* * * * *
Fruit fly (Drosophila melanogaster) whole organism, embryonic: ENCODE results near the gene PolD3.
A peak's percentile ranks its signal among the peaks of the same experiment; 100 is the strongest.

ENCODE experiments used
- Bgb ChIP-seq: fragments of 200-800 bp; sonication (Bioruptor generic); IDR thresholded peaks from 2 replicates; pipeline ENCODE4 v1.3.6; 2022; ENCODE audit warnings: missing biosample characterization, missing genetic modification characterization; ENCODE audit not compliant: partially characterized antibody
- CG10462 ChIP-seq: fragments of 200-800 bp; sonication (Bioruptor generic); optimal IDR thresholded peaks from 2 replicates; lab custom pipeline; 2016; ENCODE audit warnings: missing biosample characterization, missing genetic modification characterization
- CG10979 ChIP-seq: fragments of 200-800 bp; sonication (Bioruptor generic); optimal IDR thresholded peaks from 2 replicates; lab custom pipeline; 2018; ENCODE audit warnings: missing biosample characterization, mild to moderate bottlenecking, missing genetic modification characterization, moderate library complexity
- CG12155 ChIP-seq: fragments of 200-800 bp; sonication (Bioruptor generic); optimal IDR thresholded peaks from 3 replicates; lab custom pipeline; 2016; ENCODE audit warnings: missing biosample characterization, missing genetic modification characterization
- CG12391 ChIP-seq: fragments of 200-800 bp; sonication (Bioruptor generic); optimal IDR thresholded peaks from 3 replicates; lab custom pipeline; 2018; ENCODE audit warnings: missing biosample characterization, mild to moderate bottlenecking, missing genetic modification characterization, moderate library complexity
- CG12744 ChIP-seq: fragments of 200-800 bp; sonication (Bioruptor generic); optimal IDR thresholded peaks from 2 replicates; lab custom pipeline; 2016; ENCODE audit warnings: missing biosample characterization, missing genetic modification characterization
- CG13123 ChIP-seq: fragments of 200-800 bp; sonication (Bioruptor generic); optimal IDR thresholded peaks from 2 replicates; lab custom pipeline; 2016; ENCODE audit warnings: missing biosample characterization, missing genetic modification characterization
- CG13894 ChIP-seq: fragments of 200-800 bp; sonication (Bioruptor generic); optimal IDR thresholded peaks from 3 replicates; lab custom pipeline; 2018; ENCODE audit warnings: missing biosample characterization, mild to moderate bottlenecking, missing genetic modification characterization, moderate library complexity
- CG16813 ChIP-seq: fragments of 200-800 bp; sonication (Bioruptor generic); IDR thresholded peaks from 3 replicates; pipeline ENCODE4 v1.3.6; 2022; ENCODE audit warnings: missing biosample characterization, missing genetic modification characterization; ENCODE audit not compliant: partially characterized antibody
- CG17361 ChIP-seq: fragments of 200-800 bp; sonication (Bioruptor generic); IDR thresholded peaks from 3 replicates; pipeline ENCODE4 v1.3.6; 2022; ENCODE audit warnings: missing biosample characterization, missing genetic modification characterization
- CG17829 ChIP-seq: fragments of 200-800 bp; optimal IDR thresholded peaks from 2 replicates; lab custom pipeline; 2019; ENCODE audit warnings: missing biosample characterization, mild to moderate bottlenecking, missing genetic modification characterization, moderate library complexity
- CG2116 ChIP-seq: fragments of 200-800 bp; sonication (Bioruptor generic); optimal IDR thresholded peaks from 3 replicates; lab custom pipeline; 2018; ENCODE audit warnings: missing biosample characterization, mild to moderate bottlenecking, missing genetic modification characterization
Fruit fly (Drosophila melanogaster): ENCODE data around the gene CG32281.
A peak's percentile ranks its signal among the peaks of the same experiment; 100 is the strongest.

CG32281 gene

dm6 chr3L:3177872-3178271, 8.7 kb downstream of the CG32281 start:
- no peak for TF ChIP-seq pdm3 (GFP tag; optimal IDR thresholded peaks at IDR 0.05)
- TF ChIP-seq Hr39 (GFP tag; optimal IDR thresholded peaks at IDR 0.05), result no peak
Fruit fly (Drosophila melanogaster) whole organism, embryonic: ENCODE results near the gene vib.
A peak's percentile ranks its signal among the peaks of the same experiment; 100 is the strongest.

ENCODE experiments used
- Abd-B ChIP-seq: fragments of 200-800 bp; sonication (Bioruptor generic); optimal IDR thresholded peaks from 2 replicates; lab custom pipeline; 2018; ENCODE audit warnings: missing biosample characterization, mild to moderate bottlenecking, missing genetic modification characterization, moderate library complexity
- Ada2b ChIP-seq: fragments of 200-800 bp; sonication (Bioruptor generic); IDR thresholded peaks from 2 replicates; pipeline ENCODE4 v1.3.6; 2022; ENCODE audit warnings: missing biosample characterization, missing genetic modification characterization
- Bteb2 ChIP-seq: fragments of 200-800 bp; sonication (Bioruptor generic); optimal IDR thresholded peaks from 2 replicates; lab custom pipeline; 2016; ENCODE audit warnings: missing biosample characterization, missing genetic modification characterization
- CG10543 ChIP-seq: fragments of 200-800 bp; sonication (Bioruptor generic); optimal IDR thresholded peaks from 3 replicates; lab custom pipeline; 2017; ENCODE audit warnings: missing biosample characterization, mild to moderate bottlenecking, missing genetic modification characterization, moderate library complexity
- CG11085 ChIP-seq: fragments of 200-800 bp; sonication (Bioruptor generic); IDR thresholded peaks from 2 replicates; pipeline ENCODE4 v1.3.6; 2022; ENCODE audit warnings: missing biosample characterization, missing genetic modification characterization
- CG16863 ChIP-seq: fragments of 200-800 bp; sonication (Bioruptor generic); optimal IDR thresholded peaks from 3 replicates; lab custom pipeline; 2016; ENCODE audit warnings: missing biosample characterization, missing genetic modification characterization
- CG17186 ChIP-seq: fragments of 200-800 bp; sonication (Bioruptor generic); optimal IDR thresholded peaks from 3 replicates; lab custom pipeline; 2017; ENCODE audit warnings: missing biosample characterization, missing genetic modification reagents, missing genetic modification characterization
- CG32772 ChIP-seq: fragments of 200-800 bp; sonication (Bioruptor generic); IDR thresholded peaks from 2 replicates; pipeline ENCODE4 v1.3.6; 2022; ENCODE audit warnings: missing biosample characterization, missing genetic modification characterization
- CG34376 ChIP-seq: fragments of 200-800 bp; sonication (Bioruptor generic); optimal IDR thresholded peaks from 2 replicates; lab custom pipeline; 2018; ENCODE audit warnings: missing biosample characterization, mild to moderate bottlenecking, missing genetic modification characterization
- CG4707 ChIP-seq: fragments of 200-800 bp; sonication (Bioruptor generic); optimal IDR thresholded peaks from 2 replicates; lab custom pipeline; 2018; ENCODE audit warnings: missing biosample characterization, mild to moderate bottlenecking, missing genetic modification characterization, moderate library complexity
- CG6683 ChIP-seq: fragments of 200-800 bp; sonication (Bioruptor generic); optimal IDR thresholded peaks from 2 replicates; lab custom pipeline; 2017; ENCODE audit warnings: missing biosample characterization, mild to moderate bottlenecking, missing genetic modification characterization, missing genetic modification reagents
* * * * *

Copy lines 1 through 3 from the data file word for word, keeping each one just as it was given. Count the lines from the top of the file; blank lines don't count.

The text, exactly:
Fruit fly (Drosophila melanogaster) whole organism, embryonic: ENCODE results near the gene PolD3.
A peak's percentile ranks its signal among the peaks of the same experiment; 100 is the strongest.

ENCODE experiments used